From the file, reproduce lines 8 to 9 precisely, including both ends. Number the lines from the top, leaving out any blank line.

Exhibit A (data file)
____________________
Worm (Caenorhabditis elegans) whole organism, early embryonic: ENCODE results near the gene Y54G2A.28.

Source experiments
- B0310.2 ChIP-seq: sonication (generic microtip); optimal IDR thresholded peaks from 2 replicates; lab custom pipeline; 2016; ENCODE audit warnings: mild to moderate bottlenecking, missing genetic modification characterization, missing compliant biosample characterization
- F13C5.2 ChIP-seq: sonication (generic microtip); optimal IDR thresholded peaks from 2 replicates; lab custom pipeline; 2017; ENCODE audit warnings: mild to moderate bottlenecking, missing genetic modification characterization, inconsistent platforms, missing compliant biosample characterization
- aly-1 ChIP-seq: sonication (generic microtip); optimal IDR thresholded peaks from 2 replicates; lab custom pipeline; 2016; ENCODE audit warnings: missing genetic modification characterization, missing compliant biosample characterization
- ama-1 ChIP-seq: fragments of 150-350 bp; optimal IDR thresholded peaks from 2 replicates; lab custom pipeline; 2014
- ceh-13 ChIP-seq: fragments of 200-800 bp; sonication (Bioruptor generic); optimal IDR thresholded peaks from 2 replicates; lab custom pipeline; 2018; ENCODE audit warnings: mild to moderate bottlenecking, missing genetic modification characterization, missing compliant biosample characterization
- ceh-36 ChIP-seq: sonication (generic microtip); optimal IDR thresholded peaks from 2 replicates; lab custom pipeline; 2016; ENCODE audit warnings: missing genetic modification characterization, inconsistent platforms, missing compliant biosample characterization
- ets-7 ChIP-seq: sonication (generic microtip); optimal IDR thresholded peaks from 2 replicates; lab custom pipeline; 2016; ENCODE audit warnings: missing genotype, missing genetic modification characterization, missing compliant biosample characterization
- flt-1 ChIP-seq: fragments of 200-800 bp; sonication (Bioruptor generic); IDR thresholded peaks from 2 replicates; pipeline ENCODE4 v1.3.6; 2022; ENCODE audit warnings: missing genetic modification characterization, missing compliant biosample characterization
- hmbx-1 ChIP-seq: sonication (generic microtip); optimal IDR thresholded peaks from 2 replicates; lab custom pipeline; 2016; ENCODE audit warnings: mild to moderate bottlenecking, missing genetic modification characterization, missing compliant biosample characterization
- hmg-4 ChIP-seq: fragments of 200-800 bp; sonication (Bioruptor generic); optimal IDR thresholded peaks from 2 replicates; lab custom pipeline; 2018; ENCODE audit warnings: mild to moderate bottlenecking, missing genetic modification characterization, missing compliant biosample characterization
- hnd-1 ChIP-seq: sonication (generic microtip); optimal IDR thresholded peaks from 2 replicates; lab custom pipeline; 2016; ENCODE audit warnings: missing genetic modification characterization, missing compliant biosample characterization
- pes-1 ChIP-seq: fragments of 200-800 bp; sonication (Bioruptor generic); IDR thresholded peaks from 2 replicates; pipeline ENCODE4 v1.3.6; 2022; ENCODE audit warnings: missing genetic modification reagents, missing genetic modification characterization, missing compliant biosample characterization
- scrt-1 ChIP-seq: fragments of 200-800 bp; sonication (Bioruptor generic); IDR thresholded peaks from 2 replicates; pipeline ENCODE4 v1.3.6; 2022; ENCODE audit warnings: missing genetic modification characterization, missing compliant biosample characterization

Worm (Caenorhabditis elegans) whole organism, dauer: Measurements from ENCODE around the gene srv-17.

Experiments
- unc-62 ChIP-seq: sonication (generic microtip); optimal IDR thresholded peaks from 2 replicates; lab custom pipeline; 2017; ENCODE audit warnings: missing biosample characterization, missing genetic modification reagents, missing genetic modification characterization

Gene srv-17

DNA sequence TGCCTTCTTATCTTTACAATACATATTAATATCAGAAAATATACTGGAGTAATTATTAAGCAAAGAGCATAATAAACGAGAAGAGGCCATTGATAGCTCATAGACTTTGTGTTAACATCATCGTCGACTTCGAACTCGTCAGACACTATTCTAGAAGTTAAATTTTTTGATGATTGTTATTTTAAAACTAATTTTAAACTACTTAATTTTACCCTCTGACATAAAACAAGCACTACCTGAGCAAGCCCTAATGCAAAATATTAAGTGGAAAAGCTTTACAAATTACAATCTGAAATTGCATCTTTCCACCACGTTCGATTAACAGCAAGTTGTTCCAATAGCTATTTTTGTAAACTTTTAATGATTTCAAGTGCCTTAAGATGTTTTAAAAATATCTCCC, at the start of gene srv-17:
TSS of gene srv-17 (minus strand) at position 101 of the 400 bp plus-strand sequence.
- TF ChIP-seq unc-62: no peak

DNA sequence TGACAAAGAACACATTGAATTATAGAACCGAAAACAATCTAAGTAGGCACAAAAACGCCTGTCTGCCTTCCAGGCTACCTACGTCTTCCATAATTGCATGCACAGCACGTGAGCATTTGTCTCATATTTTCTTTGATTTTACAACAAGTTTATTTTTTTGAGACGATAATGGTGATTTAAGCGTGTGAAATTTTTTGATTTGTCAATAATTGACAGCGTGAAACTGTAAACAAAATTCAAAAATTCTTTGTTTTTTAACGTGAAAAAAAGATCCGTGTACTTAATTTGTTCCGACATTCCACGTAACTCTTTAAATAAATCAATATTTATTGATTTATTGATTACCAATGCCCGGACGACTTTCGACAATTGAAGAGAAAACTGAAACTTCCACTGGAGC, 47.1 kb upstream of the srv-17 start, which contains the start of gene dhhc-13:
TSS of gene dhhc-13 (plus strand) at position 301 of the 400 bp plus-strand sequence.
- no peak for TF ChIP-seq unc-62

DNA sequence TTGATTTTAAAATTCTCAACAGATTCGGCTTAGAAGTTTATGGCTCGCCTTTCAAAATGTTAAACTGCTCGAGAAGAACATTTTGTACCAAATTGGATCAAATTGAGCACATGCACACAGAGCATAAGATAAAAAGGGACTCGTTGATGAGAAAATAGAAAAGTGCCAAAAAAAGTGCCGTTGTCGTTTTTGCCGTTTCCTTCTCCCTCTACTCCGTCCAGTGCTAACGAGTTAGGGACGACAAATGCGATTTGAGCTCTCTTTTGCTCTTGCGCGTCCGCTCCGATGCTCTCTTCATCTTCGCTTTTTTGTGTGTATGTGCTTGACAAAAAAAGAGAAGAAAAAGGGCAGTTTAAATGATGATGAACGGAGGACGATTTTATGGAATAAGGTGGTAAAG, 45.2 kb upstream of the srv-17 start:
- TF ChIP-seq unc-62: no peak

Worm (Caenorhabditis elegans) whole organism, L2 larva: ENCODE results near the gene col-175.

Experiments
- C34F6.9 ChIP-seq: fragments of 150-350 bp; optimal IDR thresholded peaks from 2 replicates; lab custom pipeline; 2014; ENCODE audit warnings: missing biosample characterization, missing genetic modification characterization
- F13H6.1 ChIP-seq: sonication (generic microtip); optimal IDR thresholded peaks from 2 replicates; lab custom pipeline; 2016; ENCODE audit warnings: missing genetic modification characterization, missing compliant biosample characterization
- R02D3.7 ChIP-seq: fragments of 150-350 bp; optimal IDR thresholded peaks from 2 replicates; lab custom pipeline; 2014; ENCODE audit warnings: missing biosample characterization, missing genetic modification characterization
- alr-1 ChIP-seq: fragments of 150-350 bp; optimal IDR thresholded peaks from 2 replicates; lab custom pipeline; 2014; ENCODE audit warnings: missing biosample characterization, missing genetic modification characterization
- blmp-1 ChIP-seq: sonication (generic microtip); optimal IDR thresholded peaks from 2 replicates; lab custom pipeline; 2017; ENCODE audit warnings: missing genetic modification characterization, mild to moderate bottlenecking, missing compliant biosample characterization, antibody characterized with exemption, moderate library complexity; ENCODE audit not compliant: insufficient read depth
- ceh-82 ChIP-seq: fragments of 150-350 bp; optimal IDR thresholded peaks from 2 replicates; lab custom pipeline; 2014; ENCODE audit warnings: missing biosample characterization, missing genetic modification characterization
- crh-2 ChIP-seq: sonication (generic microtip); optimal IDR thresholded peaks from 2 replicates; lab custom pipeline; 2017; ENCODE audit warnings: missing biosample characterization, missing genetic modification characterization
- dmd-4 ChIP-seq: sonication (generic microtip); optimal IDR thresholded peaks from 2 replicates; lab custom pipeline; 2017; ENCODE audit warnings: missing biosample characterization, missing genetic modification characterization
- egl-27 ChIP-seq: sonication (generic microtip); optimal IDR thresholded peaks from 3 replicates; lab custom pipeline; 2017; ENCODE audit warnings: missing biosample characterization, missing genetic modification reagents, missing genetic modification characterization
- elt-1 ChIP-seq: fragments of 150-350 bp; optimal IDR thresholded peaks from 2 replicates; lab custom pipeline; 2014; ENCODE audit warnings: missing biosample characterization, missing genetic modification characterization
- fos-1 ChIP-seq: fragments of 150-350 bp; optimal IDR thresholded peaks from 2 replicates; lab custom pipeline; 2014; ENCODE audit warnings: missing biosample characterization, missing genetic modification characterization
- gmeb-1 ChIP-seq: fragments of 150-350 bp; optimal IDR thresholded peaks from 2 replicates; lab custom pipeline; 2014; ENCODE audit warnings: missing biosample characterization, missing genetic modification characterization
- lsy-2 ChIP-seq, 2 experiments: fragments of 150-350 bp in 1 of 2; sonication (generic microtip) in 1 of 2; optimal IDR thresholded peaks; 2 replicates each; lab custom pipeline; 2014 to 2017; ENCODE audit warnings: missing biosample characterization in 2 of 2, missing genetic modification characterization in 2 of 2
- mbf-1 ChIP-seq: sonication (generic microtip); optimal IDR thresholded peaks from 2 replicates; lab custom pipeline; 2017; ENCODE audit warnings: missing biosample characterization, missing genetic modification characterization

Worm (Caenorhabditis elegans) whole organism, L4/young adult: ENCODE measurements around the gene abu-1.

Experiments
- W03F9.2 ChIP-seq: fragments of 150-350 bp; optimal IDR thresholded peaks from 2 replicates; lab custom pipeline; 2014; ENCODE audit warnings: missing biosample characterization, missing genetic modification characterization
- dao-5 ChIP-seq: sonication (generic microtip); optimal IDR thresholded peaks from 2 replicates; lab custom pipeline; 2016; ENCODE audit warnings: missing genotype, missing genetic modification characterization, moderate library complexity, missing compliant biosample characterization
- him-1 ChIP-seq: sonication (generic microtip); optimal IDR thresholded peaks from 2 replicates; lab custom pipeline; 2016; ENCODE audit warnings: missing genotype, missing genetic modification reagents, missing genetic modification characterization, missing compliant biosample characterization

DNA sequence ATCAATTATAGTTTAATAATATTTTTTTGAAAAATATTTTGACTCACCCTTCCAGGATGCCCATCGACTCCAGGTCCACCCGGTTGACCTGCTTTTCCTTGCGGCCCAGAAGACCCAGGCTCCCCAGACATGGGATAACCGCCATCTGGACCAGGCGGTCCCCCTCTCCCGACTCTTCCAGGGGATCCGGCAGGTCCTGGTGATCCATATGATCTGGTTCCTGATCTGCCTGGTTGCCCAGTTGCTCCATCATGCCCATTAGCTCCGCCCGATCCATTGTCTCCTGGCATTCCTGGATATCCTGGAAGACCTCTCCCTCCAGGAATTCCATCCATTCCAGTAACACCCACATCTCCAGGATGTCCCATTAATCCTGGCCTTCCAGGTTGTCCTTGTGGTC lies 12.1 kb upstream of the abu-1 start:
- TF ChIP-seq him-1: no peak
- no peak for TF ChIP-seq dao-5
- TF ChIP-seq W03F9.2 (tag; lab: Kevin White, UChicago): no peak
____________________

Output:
- ceh-36 ChIP-seq: sonication (generic microtip); optimal IDR thresholded peaks from 2 replicates; lab custom pipeline; 2016; ENCODE audit warnings: missing genetic modification characterization, inconsistent platforms, missing compliant biosample characterization
- ets-7 ChIP-seq: sonication (generic microtip); optimal IDR thresholded peaks from 2 replicates; lab custom pipeline; 2016; ENCODE audit warnings: missing genotype, missing genetic modification characterization, missing compliant biosample characterization